Mary Shelley Reportedly Lost Her Virginity In A Spooky Place

Today, Frankenstein, or rather Frankenstein's Monster, is a staple of Halloween and the spooky world, and just about everyone can recognize the re-imagined large green ghoul with bolts poking out the side of his neck. While that's been the case for quite some time now, rewind a little over 200 years to 1818, and you'll find that the first readers of Mary Shelley's "Frankenstein" weren't too enthused with the then-controversial novel, according to The Portalist. The author herself must have seen this reaction coming, as she published it anonymously, and it remained so for the first five years of the book's life.

Mary Shelley is now one of the most famous writers to have ever lived. However, outside of her writing, she led a life filled with a unique set of events, from tragedy to forbidden love to some very macabre events. In some ways, Shelley's life is as one might expect for the writer of a sci-fi-horror novel. In other ways, her life seems like yet another story that pulls readers in and leaves them with a bit of disbelief and thought-provoking images. A part of Shelley's life that has become quite a popular story among her fans is the story of how — especially where — she lost her virginity. What might seem a strange discussion surrounding a favorite literary genius makes a bit more sense once you learn why people are so intrigued by the tale.

Mary confessed her love to the poet Percy Bysshe Shelley on her mother's grave

Mary Shelley was born in 1797 to the feminist writer Mary Wollstonecraft and the philosopher William Goodwin. According to an article published in The Portalist, her mother died just a few weeks after Mary's birth due to childbirth complications. A young Mary would visit her mother's grave often, and it's written that she used the letters carved into the headstone as a means to teach herself how to write her name, according to Profile Books.

As she grew older, the gravesite she so often visited became the spot for another piece of her life. According to some, it's the location where she supposedly lost her virginity to her love, Percy Bysshe Shelley. Charlotte Gordon, author of the book "Romantic Outlaws: The Extraordinary Lives of Mary Wollstonecraft and Her Daughter Mary Shelley," was interviewed by The Wall Street Journal in 2015. According to Gordon, "That's where we think she had sex for the first time, on her mother's grave. We can't prove that they actually had sex, but they certainly declared their love and became intimate. It was a really dangerous thing to do." Yes, Mary Shelley, famed science fiction and horror literature writer and inspiration to millions, possibly lost her virginity on her mother's grave. Profile Books points out that social media users accurately characterize the story as "the most goth thing ever."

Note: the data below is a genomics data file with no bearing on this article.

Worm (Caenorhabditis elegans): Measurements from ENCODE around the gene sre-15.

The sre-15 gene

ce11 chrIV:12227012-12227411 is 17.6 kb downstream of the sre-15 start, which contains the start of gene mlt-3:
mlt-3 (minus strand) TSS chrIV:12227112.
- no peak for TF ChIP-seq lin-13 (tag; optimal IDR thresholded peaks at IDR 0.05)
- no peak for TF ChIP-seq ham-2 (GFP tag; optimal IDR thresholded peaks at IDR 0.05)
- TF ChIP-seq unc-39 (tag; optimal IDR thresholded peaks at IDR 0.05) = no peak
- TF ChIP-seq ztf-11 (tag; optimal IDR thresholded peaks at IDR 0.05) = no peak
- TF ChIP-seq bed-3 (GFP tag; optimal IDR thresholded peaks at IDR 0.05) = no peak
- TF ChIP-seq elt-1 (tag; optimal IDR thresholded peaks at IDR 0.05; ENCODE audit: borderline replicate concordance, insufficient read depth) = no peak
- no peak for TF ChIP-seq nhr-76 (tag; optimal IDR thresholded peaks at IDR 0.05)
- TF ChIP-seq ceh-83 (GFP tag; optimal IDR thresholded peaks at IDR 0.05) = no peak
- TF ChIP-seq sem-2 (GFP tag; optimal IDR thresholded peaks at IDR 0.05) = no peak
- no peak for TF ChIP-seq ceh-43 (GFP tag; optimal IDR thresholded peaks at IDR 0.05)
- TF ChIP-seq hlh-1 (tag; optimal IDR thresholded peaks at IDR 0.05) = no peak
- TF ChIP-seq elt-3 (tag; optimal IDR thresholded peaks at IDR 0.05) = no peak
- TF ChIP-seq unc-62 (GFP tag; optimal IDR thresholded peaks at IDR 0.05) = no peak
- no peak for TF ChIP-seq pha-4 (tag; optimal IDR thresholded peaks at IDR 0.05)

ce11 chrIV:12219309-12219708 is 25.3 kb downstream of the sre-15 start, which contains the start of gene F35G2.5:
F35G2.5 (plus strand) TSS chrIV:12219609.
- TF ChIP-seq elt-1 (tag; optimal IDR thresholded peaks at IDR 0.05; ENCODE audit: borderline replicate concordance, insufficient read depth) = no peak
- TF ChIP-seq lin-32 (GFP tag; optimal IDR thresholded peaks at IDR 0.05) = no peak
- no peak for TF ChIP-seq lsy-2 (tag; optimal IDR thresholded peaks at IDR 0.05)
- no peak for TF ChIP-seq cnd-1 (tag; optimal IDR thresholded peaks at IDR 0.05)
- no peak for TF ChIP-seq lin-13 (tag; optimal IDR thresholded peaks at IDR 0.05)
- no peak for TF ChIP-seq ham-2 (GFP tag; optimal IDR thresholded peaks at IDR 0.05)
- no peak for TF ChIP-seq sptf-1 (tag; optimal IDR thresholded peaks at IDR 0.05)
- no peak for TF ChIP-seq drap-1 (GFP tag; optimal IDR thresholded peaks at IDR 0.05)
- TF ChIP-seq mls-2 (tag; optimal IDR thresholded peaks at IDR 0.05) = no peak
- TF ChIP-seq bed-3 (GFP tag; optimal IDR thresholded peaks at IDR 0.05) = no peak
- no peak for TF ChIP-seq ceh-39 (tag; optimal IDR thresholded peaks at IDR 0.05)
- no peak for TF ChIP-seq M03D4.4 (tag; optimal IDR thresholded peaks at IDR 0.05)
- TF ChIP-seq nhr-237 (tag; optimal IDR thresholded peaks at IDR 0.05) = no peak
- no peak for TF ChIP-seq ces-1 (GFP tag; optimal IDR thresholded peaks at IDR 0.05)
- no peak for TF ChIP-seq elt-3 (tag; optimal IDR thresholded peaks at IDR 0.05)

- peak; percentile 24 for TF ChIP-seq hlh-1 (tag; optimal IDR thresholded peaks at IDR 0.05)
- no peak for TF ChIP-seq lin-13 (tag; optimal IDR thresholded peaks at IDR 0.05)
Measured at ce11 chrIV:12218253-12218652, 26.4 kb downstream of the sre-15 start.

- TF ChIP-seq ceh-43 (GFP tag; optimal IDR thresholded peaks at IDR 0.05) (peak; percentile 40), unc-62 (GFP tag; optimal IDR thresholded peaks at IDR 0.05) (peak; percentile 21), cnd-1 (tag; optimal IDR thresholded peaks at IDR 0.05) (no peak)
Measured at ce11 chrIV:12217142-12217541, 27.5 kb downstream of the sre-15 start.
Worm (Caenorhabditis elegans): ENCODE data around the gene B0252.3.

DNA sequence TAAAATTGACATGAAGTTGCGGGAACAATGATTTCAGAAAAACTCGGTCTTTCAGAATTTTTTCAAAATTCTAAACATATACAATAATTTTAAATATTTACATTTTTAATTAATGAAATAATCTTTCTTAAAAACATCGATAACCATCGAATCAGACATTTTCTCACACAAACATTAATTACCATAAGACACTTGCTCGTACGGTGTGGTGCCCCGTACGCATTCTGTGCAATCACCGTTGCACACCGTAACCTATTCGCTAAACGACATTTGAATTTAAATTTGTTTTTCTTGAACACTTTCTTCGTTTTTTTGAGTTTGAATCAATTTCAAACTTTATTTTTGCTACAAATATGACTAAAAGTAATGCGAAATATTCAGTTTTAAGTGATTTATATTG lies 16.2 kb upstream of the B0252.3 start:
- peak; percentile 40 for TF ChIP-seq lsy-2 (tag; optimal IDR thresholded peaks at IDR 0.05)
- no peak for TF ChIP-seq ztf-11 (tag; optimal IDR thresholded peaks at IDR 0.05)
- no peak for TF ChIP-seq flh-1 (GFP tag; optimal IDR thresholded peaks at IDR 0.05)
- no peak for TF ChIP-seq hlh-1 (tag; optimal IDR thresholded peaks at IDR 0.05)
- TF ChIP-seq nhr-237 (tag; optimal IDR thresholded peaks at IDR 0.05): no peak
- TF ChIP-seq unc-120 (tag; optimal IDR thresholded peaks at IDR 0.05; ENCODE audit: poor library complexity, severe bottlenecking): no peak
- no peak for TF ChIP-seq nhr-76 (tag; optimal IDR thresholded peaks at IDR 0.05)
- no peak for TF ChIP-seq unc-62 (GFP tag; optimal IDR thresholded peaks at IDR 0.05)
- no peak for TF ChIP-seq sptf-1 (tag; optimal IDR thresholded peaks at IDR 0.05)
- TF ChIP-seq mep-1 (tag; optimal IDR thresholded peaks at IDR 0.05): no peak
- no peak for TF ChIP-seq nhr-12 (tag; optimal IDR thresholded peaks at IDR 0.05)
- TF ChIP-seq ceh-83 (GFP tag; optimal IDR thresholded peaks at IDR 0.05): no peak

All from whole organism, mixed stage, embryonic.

Her father might have committed murder on her and Percy Shelley's behalf

Mary Shelley's romantic life seems like something right out of one of her own works, but the reality is that her relationship with her husband, poet Percy Bysshe Shelley, was seemingly equal parts love and tragedy. At the age of 16, Mary fell in love with Percy, who at the time was her father's apprentice. The two eloped to France, even though Percy was already married to another woman, Harriet Westbrook, according to The Portalist. The forbidden love led to Mary's father disowning her, but not before possibly committing a crime on her behalf.

It's long been speculated that Shelley's father murdered his son-in-law's wife in an attempt to salvage Mary's reputation and allow Percy and Mary to officially wed, according to Lynn Sheperd Books. Though Harriet's body was recovered in the Hyde Park River, the suspicions surrounding William Goodwin have never been met with any proof, and ultimately the death was ruled a suicide by drowning. Nevertheless, Harriet's death was something that ate away at Mary for years to come. James L. O'Rourke's book "Sex, Lies, and Autobiography: The Ethics of Confession" quotes an 1839 journal entry in which Mary wrote, "Poor Harriet, to whose sad fate I attribute so many of my own heavy sorrows as the atonement claimed by fate for her death."

Shelley's life was littered with tragedy and macabre acts of love

Perhaps Mary Shelley's draw to her mother's grave for both the experience of grief and love fit seamlessly into the rest of her life, as Shelley's days were filled with more despair than most see in a lifetime. Her mother's death just a few weeks after birth was just the beginning of death's hold on Shelley's life, as her sister died when Mary was only a teenager, and three of her four children didn't live to see adulthood, with one dying just days after birth and another dying at the age of three, according to The Portalist.

Shelley's life would continue to see dark days when her husband, Percy, drowned in the Mediterranean Sea in 1822, and her closest friend and fellow writer, Lord Byron, passed away two short years after, according to an article published in Refinery29. Shelley herself died of a brain tumor when she was 53 years old. After her passing, it was found that she'd been keeping the heart of her deceased husband, Percy Bysshe Shelley, in the drawer of her writing desk, gently wrapped in poetry and silk. The poem of choice was Shelley's own "Adonais" (posted at The Poetry Foundation), according to The Portalist. In love, life, and death, Mary Shelley lived a life filled with macabre details in every moment, whether filled with pleasure or tragedy.